Introduction to Computer Music: Volume One

5. Signal Processing

A more extensive discussion of signal processing is coming soon, but for now, here are some basic types of effects found in most studios.

Wet/Dry Mix: Most signal processing units or software have a 'wet/dry mix' to determine the proportion of mix between the original (dry) and 'effected' (wet) signals. For effects like a single echo, you will definitely want to hear both the dry and wet sound. For an effect like pitch shift, a totally wet sound will output only the new pitch and not the original. Many composers chose to control their wet/dry mix from the mixing console and not the signal processing unit, leaving it set to 100% wet. They do so by carfully adjusting the 'effects send' levels on their mixing console and chosing between pre- and post-fader (see Mixing Console Basics)

Controls: reverb time, pre-delay (time before onset of reverb), highpass filter (hpf), lowpass filter (lpf), stereo difference, diffusion (refers to higher frequencies spreading and dying out more quickly than lower frequencies, something we use as an aural cue to the size of a space. A football field will have a higher degree of diffusion than a small room.

Controls: lfo, depth

Echo (delay, multi-tap delay)
Controls: echo time (often different for stereo locations (left, center, right)), feedback (for multiple echoes which die away or build up), pre-delay. Software multi-tap echoes may allow sync'ing 'taps' to rhythmic grid.

Flange, phaser
Controls: rate, depth. By minutely delaying (1-20 ms) a copy of the input signal and reminxing, constructive and destructive interference reinforces varying sets of frequencies. As delay time is shifted up and down by an lfo, a sweeping effect is created. Called flange because original used a copy of a tape slowed down by an engineer lightly touching a reel flange to put it out of phase.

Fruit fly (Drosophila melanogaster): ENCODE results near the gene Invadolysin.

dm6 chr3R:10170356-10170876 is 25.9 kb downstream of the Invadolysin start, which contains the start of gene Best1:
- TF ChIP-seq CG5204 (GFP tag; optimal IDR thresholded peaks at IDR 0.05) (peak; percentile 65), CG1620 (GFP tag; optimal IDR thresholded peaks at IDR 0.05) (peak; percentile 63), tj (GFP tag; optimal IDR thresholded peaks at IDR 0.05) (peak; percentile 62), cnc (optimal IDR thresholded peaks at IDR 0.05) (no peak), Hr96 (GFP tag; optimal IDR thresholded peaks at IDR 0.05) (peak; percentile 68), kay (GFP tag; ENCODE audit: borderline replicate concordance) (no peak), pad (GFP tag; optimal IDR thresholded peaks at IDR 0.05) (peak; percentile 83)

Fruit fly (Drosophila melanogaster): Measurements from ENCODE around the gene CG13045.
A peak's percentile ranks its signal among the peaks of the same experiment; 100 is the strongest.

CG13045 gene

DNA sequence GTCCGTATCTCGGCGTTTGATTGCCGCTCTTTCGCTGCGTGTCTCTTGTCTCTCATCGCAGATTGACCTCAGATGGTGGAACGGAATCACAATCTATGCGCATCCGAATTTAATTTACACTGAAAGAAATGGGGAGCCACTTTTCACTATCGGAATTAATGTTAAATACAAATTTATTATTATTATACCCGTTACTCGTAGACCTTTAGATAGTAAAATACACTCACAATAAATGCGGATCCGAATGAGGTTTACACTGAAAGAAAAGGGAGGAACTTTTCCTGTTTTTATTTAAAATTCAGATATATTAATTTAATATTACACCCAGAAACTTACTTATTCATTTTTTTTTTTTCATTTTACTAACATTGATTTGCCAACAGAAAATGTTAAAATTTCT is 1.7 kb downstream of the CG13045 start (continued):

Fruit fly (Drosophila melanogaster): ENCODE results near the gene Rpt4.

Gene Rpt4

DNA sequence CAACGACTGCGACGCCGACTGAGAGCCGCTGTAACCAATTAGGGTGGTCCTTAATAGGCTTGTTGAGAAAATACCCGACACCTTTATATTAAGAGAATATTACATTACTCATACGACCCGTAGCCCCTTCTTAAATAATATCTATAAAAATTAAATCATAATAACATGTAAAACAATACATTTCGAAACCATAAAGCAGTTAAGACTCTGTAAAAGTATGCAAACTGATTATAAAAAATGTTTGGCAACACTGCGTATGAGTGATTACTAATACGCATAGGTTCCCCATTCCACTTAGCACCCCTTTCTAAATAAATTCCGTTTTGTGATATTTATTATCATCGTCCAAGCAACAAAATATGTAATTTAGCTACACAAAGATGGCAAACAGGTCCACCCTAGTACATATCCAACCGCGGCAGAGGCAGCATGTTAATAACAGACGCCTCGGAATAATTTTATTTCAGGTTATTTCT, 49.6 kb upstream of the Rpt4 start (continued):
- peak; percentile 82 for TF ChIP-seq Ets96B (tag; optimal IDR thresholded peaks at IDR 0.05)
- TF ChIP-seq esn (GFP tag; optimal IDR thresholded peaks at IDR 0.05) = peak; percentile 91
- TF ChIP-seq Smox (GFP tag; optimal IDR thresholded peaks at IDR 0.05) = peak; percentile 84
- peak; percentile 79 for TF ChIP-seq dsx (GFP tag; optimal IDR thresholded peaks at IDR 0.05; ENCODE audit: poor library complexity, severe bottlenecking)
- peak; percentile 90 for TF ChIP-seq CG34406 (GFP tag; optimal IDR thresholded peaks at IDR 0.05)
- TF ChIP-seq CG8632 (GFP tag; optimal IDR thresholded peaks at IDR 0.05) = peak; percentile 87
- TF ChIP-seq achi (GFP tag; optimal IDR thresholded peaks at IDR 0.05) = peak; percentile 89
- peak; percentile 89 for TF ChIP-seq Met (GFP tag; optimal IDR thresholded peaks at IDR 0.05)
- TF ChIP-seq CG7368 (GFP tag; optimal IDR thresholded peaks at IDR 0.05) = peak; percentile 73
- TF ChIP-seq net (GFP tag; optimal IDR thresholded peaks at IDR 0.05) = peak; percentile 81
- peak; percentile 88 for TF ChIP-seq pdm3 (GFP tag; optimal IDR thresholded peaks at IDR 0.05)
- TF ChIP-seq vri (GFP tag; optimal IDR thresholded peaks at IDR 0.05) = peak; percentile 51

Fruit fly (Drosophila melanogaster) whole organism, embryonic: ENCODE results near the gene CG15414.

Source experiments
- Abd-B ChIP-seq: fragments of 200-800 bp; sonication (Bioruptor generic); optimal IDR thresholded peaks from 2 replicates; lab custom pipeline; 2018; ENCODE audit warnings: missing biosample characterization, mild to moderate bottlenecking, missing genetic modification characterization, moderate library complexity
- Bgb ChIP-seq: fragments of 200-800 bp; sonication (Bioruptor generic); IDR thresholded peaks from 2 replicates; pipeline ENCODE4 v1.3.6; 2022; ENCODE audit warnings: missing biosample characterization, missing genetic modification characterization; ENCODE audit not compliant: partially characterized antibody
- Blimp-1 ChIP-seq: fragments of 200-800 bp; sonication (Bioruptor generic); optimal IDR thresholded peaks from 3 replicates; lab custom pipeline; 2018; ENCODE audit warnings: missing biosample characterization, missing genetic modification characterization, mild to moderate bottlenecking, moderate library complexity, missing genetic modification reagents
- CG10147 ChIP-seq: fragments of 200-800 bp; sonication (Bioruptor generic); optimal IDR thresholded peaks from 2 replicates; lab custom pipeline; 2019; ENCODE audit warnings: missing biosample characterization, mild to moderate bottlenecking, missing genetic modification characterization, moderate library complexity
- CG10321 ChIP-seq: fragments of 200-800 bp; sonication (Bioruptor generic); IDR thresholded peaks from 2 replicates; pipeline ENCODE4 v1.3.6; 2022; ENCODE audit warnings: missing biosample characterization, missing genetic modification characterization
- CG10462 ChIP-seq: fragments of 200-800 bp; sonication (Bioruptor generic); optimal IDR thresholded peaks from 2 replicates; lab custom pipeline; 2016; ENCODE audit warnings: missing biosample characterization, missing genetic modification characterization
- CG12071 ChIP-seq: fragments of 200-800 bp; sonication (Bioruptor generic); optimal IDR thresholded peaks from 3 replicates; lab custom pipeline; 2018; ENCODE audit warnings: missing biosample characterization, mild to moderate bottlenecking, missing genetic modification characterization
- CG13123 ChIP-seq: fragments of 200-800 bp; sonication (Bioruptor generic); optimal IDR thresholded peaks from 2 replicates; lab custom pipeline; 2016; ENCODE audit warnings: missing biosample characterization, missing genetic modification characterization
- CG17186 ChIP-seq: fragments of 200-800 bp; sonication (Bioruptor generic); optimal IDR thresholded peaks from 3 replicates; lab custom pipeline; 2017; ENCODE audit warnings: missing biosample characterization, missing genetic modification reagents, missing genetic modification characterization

Pitch shift
1-3 pitches. sometimes with location

Gate (reverse gate)
Allows signal through only after it reaches a certain amplitude threshold. Good for sounds with low-level noise (like tape hiss, if you remember what that was). A reverse gate with certain attack and decay settings may make an input signal sound reversed because of the way it shapes it dynamically. Controls: threshold, attack, decay, smoothing

Compressor (limiter, expander, 'compander')
Scales down (or squeezes) dynamic range of input by ratio (for example 5:1). May alter dynamic nature of input signal with high ratios--used to create more "punchy" sounds when applied to input with sharp transients, like a kick drum. Can also be tried on noisy files. A limiter usually does not compress (some do), but stops an input signal from exceeding a certain amplitude without scaling the input below that ceiling. An expander does the opposite of a compressor, in that it expands the dynamic range of a sound (and also any noise associated with it). Controls: % or ratio of compression or expansion, attack, decay, threshold.

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